There are a number of starting points in writing a book. An amusing idea. An intriguing character. An instance of "Things are not as they seem."

But every so often an idea grabs you by the throat and won't let go. You consider other plots. Write a chapter or two. Like the new plot.

But the throat-grabber squeezes.

You try to ignore it. Throat-grabber books are hard to write.

It presses in on your windpipe.

You succumb.

Thus, No Footprints.

The Golden Gate Bridge is arguably the most beautiful span in the world. I'd never walked across it.

So, on a July day I headed onto the span. The bridge is very long, nearly two miles. It's windy out there. Cold all the time. Cars clank over connectors that join the roadway plates every few yards, creating a drumbeat. Wind whips between cars, slapping your face.

The railing is relatively low. You can climb over it and stand on a metal ledge. 250 feet below is San Francisco Bay. Chocolaty brown. Looks warm. Soft.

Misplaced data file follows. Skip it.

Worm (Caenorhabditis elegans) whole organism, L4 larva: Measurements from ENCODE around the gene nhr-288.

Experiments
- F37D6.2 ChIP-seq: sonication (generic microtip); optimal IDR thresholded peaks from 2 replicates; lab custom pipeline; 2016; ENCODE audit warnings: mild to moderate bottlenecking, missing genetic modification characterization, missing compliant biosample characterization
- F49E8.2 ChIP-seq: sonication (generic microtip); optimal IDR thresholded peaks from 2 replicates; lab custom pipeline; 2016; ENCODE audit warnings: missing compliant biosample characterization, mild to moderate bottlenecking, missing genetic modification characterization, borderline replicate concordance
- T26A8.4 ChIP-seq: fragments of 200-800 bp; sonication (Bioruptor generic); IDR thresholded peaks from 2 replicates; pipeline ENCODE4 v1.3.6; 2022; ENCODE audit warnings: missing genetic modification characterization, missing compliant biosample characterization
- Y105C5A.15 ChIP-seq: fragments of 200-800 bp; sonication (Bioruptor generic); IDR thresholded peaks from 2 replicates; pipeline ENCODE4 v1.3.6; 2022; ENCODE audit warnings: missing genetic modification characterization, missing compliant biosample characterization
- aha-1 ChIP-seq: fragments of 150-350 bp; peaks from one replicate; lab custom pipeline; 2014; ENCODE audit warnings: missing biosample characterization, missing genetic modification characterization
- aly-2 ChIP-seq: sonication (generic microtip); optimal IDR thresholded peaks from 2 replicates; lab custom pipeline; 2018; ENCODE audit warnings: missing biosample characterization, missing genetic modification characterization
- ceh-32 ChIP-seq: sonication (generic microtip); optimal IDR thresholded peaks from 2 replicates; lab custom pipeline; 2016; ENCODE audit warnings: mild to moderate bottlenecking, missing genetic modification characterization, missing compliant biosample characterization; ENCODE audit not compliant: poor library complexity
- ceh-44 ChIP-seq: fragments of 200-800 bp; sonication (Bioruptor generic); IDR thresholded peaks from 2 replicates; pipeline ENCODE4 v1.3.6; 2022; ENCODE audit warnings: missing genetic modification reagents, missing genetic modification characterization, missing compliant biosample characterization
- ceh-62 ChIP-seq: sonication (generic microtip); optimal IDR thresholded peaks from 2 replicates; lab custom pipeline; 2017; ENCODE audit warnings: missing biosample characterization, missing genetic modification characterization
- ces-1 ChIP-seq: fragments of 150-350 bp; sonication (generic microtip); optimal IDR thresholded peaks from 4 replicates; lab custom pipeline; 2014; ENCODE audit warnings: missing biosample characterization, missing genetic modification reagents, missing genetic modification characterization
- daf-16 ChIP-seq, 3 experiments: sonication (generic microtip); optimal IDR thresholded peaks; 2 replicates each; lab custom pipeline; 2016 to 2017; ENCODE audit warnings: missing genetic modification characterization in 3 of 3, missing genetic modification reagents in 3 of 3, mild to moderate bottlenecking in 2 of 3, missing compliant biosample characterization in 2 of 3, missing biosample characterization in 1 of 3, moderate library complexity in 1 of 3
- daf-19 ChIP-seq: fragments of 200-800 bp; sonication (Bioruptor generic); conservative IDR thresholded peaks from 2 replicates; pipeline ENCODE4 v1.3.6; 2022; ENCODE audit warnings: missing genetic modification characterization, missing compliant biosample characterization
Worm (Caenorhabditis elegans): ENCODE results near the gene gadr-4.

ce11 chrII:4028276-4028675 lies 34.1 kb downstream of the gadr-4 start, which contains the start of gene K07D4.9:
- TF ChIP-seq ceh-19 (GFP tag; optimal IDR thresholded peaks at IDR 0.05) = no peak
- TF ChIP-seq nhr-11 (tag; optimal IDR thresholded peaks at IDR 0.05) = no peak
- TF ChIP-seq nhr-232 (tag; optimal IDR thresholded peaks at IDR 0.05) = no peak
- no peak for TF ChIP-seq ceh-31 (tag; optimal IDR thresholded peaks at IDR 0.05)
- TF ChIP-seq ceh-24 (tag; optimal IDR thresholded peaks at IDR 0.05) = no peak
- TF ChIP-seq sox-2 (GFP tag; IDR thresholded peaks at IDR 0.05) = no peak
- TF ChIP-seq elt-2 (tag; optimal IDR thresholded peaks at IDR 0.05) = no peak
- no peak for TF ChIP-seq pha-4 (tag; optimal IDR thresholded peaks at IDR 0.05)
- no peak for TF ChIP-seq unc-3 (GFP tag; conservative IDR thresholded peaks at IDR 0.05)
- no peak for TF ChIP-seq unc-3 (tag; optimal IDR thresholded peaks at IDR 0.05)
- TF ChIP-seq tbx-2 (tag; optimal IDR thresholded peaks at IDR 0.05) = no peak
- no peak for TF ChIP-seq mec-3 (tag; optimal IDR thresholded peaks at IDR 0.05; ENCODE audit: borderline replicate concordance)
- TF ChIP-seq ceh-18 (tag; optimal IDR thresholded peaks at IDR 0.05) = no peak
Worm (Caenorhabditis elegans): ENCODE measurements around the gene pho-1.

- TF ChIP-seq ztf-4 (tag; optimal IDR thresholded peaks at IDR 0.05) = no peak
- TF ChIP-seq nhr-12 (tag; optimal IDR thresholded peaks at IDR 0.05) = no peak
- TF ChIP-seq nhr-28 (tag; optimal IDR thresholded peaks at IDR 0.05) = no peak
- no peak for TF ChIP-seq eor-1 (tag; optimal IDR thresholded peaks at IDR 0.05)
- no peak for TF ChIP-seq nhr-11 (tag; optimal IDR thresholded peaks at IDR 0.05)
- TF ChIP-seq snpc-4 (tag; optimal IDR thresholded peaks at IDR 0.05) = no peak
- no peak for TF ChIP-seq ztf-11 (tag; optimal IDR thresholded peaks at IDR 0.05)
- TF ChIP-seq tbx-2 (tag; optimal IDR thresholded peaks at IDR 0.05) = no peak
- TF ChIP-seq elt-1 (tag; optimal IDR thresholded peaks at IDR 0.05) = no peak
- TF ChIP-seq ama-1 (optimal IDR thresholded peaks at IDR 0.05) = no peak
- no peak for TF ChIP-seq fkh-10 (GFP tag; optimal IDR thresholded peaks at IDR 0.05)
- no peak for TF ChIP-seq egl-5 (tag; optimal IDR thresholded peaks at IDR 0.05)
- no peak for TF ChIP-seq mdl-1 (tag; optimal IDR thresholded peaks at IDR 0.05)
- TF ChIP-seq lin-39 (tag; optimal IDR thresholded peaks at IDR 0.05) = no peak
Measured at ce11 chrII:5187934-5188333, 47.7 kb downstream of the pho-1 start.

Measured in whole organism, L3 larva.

If you were to take a step off the ledge, you'd fall for 4 seconds. You'd hit the water at 70 mph. Break most of your bones. Collapse your lungs. You might die from the impact. Momentum would shoot you down deep and if you were still alive you'd probably drown before you came back up.

People who survived have said that the instant they jumped they regretted it. They just wanted their lives back.

(A barrier or a net would save lives. For specifics, check out The Bridge Rail Foundation.)

There are many wretched and sad reasons for suicide, which are being discussed in other books. No Footprints is a mystery. And the woman Darcy Lott saves, has a very different reason for being willing to throw away her life.

If, like Darcy Lott, you saw someone about to jump, if you pulled her back, and then she vanished, wouldn't you move Heaven and earth to find her? Discover why she was willing to toss her life away? Keep her from trying again?

The issue of death is central to mysteries. But the real question is: What is life?

What is life?

It's a question Darcy Lott asks her Zen teacher, asks herself, and doesn't see the answer till the very end of No Footprints.

Read an interview with Susan Dunlap from the Sept. 2012 Shambhala Sun magazine (PDF)


© Susan Dunlap. Web site by interbridge.